Choosing Quality-of-Care Measures Based on the Expected Impact of Improved Quality of Care for the Major Causes of Mortality and Morbidity

by Albert L. Siu, Elizabeth A. McGlynn, Mark H. Beers, Hal Morgenstern, David Carlisle, Emmett B. Keeler, Robert H. Brook, J. Beloff, K. Curtin, Jennifer Leaning, et al.


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Consumers, payers, and policymakers are demanding to know more about the quality of the services they are purchasing or might potentially purchase. The information provided, however, is often driven by data availability rather than by epidemiologic and clinical considerations. This report presents an approach for selecting medical conditions for measuring technical quality of care, based on the expected impact of improved quality of care. The authors use this model to select measures that could be used to inform purchasers and consumers about the quality of care delivered by different health plans. For the major causes of mortality and morbidity (i.e., limited-activity days) in the United States, it estimates the expected impact of improved care using information on the prevalence of disease, the efficacy of available treatments, and the current quality of care being provided.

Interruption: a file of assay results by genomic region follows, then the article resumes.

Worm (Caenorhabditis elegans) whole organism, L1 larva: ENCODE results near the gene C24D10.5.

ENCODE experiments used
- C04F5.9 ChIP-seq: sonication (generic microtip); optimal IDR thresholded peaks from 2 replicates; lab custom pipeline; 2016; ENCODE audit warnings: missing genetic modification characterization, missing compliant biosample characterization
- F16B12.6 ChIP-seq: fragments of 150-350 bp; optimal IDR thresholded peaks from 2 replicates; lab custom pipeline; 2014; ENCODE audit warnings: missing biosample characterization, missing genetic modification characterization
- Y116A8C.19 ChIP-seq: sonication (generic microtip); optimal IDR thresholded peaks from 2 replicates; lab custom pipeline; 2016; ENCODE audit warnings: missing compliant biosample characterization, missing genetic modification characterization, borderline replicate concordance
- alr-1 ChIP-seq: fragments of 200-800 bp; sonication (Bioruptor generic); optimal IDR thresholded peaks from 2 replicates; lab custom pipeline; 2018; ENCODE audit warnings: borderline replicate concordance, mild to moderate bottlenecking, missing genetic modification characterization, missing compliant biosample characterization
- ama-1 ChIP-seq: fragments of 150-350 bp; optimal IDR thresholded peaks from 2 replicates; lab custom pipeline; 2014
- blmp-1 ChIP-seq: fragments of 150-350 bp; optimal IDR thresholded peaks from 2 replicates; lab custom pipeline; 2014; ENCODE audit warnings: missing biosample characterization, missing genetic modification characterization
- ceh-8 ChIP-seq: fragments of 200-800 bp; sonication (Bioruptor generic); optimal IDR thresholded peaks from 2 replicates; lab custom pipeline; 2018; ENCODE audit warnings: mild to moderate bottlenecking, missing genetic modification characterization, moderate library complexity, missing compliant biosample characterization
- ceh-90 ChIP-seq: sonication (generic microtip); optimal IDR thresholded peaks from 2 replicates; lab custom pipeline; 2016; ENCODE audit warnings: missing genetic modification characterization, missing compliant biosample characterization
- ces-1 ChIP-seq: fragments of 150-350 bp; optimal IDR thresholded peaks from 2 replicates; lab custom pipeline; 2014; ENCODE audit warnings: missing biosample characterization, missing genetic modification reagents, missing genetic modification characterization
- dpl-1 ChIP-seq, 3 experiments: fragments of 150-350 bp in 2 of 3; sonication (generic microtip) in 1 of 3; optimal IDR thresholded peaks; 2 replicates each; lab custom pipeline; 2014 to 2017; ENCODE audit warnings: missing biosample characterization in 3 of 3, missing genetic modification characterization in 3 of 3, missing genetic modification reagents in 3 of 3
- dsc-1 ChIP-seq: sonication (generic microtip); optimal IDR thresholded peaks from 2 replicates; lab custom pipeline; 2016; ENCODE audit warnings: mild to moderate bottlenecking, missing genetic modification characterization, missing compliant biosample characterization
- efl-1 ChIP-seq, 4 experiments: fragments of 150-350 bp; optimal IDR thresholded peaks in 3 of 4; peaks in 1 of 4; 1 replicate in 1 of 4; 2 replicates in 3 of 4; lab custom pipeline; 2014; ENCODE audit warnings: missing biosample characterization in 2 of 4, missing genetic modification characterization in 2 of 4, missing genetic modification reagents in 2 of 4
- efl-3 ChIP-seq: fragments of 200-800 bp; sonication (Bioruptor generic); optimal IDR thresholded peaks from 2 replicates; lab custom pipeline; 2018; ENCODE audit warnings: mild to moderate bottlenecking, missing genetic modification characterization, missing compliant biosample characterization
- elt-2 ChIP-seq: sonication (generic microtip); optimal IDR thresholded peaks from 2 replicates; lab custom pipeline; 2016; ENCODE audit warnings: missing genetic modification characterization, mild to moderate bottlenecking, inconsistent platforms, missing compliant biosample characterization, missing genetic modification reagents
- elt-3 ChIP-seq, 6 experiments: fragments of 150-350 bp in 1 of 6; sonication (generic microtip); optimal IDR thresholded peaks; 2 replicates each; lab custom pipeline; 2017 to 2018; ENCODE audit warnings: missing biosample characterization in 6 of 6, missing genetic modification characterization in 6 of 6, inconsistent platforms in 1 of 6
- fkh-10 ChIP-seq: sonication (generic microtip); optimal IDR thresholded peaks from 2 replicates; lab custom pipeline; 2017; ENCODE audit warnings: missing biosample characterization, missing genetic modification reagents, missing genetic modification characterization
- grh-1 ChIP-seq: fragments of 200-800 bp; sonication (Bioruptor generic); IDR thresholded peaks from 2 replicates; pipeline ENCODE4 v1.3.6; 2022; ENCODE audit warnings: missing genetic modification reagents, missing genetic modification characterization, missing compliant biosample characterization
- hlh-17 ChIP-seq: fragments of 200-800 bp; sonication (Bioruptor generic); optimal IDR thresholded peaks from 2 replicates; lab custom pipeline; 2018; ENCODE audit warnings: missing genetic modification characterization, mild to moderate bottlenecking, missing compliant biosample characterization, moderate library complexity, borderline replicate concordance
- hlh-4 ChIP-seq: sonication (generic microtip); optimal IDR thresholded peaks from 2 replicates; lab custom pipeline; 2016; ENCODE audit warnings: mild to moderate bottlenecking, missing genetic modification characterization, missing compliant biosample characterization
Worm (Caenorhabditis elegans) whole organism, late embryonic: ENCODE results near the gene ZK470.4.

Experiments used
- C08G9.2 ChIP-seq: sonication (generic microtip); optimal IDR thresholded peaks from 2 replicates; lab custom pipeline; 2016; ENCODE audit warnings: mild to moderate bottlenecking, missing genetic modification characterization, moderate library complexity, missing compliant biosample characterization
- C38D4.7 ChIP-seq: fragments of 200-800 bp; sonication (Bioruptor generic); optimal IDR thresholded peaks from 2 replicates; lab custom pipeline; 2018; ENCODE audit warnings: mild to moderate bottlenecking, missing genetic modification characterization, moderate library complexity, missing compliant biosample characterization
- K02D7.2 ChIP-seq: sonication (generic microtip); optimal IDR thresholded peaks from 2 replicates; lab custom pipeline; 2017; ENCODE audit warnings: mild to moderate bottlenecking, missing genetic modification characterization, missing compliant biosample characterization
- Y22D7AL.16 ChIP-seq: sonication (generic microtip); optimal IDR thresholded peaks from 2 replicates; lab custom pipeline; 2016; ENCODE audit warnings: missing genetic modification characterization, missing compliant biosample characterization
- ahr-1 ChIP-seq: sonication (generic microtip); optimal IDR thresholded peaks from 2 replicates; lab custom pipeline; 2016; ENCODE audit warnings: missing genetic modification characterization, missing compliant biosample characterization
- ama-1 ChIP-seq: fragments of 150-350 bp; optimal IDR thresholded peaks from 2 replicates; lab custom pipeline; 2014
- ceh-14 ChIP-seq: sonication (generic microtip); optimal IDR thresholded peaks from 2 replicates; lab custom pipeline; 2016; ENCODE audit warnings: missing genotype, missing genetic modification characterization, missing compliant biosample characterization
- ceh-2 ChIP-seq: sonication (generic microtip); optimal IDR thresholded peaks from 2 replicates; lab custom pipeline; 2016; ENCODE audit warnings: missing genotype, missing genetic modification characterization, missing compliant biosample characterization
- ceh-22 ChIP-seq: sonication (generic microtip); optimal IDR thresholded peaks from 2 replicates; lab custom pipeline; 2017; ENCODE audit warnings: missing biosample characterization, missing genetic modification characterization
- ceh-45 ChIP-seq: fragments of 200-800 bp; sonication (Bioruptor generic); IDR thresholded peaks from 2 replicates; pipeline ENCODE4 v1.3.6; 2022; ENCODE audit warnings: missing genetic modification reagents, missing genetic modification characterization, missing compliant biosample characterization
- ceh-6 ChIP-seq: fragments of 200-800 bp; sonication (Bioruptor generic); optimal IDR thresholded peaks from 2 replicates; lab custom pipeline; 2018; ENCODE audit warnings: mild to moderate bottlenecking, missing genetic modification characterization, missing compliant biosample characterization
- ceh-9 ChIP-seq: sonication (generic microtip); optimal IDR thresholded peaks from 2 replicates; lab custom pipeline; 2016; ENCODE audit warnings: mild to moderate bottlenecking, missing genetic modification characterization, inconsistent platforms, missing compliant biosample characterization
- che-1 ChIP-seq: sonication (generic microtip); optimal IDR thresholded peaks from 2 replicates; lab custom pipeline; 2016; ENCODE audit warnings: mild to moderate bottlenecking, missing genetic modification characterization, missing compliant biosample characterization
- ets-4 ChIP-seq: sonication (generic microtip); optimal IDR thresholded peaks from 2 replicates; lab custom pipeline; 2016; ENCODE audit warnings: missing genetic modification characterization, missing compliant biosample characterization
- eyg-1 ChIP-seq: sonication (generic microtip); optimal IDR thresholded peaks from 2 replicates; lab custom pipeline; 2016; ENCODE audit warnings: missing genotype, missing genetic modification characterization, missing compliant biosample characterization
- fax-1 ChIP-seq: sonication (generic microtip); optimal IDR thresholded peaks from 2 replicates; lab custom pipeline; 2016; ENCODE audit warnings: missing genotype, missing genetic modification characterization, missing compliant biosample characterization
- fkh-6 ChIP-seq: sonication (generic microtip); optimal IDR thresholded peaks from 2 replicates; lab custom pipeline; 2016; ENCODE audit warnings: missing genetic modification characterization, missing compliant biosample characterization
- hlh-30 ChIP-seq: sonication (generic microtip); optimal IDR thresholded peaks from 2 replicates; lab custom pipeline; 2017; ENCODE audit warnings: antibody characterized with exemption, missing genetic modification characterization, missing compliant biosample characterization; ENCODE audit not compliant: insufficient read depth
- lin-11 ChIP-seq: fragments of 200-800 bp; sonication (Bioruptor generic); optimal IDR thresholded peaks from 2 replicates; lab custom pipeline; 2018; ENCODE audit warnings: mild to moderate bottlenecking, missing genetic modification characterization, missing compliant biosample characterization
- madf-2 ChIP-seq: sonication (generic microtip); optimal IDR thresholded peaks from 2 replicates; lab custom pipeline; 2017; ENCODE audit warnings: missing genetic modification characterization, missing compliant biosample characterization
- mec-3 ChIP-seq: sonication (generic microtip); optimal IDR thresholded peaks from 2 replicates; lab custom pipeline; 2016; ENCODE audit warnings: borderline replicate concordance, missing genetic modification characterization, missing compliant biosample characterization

This report is part of the RAND Corporation Joint report series. The joint report was a product of the RAND Corporation from 1988 to 1993 that included documents published jointly with other organizations, which transmitted major research findings and final research.

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